Chinese rights lawyer returns home after 2-year sentence

FILE - In this May 2, 2012, file photo, Human rights activist Jiang Tianyong speaks to journalists outside a hospital after his failed attempt to see a Chinese activist who is believed to be seeking treatment in Beijing, China. The wife of Jiang who recently completed a two-year prison sentence on national security charges says he has now returned to his parents’ home in central China. (AP Photo/Ng Han Guan, File)

BEIJING — A prominent Chinese human rights lawyer who recently completed a two-year prison sentence on national security charges has returned to his parents' home in central China after he briefly went missing upon his scheduled release.

Jiang Tianyong defended politically sensitive individuals including blind legal activist Chen Guangcheng and followers of the outlawed Falun Gong spiritual group.

The 47-year-old former lawyer video-chatted with his wife, Jin Bianling, and their 16-year-old daughter Saturday, Jin said on Twitter over the weekend. She and their daughter live in Los Angeles.

"I cried, he teared up too!" she said. "I see that Tianyong has gotten thinner, and his face is a bit darker."

She added, "He says right now he is still not free."

Jiang was permitted to go to his parents' residence in Henan province two days after he was initially released and escorted elsewhere by police, Jin said.

Jiang's sister and father had gone to meet him Thursday upon his release, but were only allowed to see him briefly with state security agents present. Jiang, his sister and father then became unreachable for two days, Jin told The Associated Press last week, saying she feared that they had all been taken into police custody. It wasn't immediately clear where the three were during those two days.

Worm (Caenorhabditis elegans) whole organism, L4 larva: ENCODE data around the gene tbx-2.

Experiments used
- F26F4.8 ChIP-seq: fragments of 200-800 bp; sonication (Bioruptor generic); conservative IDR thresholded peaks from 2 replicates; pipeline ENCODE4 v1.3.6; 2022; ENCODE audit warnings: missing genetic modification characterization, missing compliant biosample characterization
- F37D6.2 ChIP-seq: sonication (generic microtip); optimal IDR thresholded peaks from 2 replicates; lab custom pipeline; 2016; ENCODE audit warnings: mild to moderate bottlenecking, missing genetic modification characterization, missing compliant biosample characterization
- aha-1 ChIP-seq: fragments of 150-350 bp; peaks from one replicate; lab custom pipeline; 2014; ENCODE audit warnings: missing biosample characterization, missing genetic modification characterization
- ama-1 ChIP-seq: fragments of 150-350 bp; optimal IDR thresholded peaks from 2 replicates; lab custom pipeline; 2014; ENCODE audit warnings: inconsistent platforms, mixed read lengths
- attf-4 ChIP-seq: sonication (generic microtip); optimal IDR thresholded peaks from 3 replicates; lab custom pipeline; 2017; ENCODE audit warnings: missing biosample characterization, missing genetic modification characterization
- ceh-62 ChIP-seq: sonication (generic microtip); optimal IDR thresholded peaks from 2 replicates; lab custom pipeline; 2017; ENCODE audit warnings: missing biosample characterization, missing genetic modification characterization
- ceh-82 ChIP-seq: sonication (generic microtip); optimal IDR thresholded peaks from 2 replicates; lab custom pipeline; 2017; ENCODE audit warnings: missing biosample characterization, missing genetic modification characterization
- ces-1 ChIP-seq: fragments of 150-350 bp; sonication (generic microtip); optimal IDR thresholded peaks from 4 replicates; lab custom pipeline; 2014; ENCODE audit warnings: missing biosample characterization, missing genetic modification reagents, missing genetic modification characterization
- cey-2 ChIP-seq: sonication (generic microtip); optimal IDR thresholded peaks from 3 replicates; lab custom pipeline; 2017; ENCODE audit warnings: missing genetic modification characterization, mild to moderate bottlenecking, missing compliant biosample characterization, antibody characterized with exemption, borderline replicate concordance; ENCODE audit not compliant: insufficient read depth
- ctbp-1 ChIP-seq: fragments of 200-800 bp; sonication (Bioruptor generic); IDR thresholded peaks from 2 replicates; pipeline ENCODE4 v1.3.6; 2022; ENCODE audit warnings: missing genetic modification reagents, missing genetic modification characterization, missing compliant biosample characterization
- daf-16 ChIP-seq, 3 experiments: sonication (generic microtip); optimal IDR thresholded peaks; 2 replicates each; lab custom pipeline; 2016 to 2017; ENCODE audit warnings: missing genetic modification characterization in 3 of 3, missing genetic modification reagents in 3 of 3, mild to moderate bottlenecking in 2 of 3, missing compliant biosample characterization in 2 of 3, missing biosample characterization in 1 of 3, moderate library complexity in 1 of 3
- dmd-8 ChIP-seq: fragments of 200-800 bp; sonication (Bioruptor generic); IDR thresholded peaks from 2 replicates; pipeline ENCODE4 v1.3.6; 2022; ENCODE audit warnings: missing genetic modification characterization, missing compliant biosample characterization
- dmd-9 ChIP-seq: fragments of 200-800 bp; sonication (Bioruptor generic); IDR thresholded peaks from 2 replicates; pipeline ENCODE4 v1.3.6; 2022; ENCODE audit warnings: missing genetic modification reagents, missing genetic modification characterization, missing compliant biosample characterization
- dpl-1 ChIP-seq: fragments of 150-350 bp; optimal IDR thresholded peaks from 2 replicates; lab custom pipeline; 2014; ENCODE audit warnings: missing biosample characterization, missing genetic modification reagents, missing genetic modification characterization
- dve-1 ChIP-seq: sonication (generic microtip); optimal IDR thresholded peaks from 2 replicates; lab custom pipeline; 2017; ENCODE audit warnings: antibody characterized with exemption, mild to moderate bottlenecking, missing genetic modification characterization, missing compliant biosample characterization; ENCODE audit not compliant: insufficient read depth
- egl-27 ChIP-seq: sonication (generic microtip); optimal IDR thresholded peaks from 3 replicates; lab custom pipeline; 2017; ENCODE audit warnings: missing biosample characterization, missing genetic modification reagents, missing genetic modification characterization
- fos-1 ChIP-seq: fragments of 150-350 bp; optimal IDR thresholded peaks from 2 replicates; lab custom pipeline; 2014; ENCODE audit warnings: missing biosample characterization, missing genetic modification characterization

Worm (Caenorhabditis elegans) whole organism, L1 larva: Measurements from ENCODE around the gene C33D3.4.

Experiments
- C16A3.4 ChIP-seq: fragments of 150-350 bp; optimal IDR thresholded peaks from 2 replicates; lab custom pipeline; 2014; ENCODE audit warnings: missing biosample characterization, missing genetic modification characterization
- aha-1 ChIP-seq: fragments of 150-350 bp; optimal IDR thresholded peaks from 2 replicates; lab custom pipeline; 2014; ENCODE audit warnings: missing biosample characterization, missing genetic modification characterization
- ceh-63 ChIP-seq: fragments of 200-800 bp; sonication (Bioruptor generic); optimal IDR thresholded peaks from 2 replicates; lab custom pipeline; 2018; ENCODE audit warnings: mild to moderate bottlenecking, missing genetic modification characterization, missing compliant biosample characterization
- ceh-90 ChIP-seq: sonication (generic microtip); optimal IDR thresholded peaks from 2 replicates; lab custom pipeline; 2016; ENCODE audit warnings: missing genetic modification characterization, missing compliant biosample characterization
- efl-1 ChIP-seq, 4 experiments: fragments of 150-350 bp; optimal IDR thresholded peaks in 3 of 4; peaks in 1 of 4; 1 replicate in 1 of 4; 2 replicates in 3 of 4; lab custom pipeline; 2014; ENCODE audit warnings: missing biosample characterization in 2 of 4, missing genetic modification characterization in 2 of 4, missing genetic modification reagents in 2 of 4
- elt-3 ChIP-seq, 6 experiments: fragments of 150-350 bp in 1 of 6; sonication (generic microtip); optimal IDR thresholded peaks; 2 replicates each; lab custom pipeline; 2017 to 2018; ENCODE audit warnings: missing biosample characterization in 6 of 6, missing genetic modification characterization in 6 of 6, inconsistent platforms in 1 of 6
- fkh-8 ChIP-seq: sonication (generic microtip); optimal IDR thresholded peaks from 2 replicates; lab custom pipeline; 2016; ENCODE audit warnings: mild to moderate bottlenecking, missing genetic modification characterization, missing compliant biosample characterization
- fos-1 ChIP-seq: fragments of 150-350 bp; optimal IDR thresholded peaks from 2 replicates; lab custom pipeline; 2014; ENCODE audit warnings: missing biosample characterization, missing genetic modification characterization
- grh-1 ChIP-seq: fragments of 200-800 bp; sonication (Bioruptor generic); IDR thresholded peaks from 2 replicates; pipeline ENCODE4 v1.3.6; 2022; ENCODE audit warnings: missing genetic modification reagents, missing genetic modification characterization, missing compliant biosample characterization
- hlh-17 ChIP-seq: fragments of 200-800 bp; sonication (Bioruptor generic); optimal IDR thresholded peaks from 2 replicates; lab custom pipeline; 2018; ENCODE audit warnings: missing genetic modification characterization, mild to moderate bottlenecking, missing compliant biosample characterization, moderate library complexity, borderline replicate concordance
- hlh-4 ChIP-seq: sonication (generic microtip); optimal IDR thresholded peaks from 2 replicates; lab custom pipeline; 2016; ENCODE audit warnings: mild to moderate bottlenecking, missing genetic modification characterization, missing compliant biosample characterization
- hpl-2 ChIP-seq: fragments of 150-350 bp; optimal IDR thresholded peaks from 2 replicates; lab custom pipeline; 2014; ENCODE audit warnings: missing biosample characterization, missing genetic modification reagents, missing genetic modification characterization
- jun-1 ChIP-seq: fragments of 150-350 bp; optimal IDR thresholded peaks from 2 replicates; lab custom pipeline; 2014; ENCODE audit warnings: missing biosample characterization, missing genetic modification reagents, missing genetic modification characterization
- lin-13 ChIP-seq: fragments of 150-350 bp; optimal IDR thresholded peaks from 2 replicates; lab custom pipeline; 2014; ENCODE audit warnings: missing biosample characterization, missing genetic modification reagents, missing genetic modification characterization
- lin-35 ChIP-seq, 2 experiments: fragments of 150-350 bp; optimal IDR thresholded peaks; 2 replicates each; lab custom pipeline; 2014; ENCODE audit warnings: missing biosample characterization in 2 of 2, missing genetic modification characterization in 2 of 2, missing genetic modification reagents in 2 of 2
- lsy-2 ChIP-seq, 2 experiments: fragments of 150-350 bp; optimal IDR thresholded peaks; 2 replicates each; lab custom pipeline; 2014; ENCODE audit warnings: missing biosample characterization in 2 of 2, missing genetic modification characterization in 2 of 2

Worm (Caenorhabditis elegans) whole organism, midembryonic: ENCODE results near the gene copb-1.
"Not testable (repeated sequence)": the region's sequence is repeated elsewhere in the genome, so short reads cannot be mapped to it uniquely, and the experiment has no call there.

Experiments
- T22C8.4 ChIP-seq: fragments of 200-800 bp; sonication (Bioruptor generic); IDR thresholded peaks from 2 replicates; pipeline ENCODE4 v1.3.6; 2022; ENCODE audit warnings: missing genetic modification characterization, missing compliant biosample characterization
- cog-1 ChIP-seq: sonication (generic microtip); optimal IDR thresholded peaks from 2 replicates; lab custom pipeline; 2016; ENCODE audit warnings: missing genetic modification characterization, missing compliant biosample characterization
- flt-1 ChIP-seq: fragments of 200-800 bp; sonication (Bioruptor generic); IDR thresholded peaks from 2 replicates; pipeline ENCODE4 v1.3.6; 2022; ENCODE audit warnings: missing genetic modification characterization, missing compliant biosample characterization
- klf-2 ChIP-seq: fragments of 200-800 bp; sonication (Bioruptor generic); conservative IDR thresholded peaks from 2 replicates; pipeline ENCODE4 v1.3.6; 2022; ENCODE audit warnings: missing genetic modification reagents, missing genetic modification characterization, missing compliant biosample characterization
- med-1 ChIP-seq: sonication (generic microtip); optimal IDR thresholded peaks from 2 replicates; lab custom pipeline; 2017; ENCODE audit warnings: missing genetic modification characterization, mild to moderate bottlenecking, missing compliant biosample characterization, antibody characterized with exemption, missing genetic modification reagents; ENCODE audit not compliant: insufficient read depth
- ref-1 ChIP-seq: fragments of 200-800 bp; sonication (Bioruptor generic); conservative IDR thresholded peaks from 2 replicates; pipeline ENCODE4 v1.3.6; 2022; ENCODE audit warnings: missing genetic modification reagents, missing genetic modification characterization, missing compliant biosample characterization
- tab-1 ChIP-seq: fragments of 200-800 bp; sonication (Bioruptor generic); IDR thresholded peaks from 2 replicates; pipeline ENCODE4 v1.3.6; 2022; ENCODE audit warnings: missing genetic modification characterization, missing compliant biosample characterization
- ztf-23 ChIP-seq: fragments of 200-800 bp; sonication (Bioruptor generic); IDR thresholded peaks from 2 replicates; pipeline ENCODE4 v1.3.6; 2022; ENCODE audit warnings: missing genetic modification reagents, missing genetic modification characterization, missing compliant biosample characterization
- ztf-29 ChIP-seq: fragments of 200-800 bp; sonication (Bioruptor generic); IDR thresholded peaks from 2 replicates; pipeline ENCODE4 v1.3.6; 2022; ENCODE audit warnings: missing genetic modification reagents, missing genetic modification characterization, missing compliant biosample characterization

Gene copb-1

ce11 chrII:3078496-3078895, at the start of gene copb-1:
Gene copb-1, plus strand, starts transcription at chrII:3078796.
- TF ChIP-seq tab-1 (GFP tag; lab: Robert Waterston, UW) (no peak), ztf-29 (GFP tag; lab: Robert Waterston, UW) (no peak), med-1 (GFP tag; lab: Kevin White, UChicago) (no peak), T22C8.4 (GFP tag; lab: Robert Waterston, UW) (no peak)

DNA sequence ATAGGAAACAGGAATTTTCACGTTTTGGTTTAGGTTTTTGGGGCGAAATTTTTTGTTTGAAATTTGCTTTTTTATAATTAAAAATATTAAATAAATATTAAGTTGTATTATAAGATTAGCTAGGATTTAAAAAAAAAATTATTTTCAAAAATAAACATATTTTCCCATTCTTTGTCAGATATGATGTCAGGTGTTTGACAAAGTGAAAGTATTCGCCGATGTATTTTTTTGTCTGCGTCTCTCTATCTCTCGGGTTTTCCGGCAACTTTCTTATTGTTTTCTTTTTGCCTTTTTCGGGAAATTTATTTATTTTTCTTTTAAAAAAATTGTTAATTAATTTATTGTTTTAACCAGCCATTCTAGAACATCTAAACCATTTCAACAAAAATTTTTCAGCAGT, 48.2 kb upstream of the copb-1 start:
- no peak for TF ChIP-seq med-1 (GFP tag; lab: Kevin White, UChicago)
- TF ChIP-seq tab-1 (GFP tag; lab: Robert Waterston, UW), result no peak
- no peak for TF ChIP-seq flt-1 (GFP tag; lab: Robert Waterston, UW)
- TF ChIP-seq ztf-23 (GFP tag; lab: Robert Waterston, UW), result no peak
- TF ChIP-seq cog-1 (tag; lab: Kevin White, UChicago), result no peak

China increasingly places rights defenders and those it considers dissidents under various types of extra-legal detention even after they have served their sentences.

Prior to Jiang's arrest in 2016, he had worked to publicize the plight of lawyers arrested in a sweeping crackdown on legal advocates that began in July 2015. He was forced to stop practicing law in 2009, after authorities refused to renew his legal license.

Jiang was sentenced in 2017 to two years in prison for inciting subversion of state power, a vague charge often levied against human rights activists. Prosecutors accused Jiang of using social media platforms to denigrate the government and judicial authorities and said he fabricated a claim that another lawyer had allegedly been tortured in custody.

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